We are having a bit of a run at the moment of great musicians passing on.
Sadly the latest is the great Wilko Johnson who has died at the age of 75. He was one of the greatest and most original guitarists of his generation and a truly unique character to boot
A member of the brilliant Dr Feelgood line up of the mid to late 70s with the late Lee Brilleaux on vocals, John B Sparks on bass and The Big Figure (John Martin) on drums. Together they released three seminal albums Down by the Jetty (1975), Malpractice (1976) and Sneakin' Suspicion (1977) with Wilko's trademark guitar all over them.
After falling out with Brilleaux he set up his own bands The Solid Senders and the Wilko Johnson Band. He also appeared on the album Laughter by Ian Dury and the Blockheads and on the album Going Back Home with Roger Daltrey.
He was the subject of two excellent documentary films by Julian Temple namely Oil City Confidential and The Ecstasy of Wilko Johnson which you should be able to access on You Tube. They are both essential viewing./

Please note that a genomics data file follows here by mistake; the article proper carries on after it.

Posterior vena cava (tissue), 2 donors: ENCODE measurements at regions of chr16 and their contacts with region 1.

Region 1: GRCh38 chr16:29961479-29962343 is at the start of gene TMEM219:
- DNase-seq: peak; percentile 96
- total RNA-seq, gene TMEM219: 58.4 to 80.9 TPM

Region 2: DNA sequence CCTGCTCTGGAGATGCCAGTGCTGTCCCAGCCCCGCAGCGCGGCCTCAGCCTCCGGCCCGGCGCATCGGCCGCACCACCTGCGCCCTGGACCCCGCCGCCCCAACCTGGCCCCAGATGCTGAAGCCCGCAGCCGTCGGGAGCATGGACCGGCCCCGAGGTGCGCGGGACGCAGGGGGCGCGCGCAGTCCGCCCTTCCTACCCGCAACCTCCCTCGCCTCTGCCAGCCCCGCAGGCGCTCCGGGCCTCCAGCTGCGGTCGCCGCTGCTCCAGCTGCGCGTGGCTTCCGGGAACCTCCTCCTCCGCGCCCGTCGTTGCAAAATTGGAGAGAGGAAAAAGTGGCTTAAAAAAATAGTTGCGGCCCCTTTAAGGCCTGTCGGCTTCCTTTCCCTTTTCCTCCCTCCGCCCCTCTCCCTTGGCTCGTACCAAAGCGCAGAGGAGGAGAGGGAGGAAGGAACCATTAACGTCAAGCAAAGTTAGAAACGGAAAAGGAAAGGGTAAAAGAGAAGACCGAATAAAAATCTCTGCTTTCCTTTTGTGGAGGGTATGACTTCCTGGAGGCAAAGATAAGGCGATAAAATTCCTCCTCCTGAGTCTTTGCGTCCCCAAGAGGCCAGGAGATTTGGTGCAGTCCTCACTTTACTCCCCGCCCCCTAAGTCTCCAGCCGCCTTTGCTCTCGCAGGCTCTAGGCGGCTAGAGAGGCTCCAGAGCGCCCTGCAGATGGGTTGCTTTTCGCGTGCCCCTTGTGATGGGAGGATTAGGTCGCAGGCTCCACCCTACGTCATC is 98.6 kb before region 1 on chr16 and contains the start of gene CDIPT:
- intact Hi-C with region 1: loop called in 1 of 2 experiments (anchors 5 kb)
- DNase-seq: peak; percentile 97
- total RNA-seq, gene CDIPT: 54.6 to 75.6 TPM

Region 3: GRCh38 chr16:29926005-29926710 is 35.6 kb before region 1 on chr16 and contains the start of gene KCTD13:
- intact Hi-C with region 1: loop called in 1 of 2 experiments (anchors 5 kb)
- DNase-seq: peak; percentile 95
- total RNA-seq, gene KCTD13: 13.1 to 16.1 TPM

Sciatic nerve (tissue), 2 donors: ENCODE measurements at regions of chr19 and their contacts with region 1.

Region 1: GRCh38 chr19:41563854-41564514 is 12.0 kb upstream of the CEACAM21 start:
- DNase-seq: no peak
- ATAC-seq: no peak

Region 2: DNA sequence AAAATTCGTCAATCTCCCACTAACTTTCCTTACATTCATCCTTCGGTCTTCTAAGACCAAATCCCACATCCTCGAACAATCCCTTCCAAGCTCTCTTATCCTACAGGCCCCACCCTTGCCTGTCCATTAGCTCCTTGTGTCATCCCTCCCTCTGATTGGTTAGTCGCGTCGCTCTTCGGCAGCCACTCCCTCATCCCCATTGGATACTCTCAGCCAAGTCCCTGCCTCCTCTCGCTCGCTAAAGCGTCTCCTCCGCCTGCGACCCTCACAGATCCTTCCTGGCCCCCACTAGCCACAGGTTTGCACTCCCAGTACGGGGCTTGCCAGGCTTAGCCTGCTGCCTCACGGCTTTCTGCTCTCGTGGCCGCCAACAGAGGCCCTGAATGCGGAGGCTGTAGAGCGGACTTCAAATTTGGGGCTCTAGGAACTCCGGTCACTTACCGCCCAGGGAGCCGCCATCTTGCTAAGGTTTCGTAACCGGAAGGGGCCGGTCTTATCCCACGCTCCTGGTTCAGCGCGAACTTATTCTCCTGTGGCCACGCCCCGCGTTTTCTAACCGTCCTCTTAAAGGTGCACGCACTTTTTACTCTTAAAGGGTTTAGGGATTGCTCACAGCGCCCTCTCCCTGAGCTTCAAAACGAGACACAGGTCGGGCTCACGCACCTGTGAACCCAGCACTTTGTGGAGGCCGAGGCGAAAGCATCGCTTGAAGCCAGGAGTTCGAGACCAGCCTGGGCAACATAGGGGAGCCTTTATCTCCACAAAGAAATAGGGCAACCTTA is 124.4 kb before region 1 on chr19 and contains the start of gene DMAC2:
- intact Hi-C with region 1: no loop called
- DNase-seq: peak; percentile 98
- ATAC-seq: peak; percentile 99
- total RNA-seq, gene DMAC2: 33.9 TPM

One of the many tributes on Twitter is from Billy Bragg who wrote Wilko Johnson was a precursor of punk. His guitar playing was angry and angular, but his presence - twitchy, confrontational, out of control - was something we'd never beheld before in UK pop. Rotten, Strummer and Weller learned a lot from his edgy demeanour. He does it right RIP
A true one-off. The world will be a poorer place with his passing.
Rest easy Wilko.
Dr Feelgood - Back in the Night
Dr Feelgood - Sneakin' Suspicion
'The world will be a poorer place with his passing' It's a line that crops up regularly in obituaries, but it's 100% true in this case. Farewell Wilko.ReplyDelete
Really sad news - and a lovely tribute, CC, to such a one-off, as you say, he seemed such a warm, characterful, engaging and interesting man. Love those two documentaries, time to see them out again now, both brilliant.ReplyDelete
A wonderful and great tribute to one that will missed by me. Remembering his work was still a pleasure. Thanks for this CCReplyDelete
Nicely said, CCReplyDelete
Lovely tribute. The sad thing is, the ages of so many of the musicians who the likes of you and I looked up to, admired or indeed worshipped, means that reading obituaries is going to be an ever-increasing habit in the months and years ahead.ReplyDelete